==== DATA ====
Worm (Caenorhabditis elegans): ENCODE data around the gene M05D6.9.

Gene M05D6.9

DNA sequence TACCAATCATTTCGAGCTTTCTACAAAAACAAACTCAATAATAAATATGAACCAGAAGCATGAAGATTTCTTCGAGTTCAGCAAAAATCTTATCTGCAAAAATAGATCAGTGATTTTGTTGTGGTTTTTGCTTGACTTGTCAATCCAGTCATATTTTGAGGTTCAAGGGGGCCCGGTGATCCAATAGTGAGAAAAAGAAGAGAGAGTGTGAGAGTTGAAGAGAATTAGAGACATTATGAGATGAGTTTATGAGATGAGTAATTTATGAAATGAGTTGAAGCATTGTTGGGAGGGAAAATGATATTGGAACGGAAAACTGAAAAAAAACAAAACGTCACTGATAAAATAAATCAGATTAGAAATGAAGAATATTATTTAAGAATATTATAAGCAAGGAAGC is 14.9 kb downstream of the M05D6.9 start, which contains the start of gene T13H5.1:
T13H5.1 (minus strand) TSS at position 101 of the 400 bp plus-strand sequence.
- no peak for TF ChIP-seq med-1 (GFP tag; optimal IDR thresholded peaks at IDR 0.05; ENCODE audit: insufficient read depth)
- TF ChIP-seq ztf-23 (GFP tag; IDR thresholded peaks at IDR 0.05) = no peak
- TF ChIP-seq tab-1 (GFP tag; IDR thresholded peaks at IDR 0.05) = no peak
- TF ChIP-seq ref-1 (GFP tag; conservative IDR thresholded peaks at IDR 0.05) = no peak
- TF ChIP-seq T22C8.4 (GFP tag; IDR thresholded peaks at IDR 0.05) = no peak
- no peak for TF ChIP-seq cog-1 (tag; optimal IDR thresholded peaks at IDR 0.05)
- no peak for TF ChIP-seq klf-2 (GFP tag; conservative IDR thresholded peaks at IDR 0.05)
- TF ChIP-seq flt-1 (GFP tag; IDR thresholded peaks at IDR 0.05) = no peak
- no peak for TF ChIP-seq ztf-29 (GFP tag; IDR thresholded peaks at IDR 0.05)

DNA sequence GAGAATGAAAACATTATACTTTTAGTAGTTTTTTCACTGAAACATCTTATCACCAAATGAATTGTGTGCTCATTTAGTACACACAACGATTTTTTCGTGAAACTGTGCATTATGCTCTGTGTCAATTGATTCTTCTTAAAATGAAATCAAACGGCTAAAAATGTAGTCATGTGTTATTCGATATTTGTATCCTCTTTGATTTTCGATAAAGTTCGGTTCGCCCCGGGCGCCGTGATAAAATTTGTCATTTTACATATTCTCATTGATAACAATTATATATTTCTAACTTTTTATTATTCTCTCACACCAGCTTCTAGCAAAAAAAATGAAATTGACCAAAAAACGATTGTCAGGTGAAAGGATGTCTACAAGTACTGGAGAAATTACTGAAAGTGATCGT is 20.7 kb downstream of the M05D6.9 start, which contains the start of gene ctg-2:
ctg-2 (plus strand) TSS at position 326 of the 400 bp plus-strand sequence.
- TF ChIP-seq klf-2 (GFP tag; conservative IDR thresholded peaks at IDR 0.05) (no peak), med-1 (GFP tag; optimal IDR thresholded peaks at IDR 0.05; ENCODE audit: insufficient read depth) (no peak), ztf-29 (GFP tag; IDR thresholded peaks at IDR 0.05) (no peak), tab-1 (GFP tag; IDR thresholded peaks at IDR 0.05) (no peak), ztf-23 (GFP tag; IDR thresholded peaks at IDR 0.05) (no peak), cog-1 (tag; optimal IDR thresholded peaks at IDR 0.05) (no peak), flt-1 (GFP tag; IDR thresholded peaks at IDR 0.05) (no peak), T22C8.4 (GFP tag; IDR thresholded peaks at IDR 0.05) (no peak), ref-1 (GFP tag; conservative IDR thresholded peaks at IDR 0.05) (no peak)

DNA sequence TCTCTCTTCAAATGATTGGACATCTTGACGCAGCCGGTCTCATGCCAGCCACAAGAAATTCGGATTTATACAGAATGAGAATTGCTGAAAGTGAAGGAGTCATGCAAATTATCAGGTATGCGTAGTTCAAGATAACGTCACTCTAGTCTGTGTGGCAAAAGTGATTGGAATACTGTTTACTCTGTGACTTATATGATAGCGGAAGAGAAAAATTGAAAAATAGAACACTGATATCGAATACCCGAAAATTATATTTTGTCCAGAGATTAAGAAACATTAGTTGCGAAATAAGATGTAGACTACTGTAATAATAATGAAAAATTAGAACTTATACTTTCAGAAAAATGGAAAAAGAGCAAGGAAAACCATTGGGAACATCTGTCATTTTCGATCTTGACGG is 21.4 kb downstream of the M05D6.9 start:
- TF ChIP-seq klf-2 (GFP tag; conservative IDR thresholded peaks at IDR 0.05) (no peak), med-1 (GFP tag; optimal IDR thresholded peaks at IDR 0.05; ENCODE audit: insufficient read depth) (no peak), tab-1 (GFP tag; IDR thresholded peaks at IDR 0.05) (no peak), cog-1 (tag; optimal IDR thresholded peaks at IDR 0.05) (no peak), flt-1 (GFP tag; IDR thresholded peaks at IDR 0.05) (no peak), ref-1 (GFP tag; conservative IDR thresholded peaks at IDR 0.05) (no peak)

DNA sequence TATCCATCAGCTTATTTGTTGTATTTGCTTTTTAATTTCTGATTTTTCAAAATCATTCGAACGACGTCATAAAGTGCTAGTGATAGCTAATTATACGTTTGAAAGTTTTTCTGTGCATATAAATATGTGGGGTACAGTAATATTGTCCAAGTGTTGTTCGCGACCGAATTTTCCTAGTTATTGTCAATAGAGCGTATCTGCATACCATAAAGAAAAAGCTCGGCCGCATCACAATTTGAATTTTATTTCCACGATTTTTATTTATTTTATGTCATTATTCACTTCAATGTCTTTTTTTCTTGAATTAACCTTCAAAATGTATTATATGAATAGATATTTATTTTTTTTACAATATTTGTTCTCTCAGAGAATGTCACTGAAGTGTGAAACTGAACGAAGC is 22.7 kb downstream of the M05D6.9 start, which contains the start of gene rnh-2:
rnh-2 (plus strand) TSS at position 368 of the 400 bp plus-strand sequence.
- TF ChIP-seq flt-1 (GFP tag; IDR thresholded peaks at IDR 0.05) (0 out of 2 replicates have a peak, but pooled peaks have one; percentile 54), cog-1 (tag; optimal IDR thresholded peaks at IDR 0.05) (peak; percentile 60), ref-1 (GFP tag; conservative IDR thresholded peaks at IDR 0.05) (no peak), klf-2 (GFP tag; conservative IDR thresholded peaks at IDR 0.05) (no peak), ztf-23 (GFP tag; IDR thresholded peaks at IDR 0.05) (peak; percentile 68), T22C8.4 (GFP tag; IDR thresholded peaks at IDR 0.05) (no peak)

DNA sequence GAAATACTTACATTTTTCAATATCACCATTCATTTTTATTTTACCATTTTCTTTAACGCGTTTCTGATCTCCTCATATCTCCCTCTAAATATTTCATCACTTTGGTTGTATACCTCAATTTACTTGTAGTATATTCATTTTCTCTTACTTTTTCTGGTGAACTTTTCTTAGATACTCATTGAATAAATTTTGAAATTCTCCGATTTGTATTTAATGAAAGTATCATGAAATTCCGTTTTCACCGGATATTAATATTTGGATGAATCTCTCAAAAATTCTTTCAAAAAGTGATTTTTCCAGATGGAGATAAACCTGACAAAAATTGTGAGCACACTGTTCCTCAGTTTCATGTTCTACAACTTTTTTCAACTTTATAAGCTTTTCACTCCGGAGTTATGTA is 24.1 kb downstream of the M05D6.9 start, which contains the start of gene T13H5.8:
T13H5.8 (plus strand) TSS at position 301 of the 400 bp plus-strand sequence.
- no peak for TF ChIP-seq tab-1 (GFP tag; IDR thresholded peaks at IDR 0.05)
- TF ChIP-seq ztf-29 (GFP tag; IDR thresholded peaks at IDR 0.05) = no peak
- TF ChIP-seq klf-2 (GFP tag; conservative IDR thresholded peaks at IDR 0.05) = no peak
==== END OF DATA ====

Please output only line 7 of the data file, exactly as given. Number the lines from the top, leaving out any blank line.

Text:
- TF ChIP-seq tab-1 (GFP tag; IDR thresholded peaks at IDR 0.05) = no peak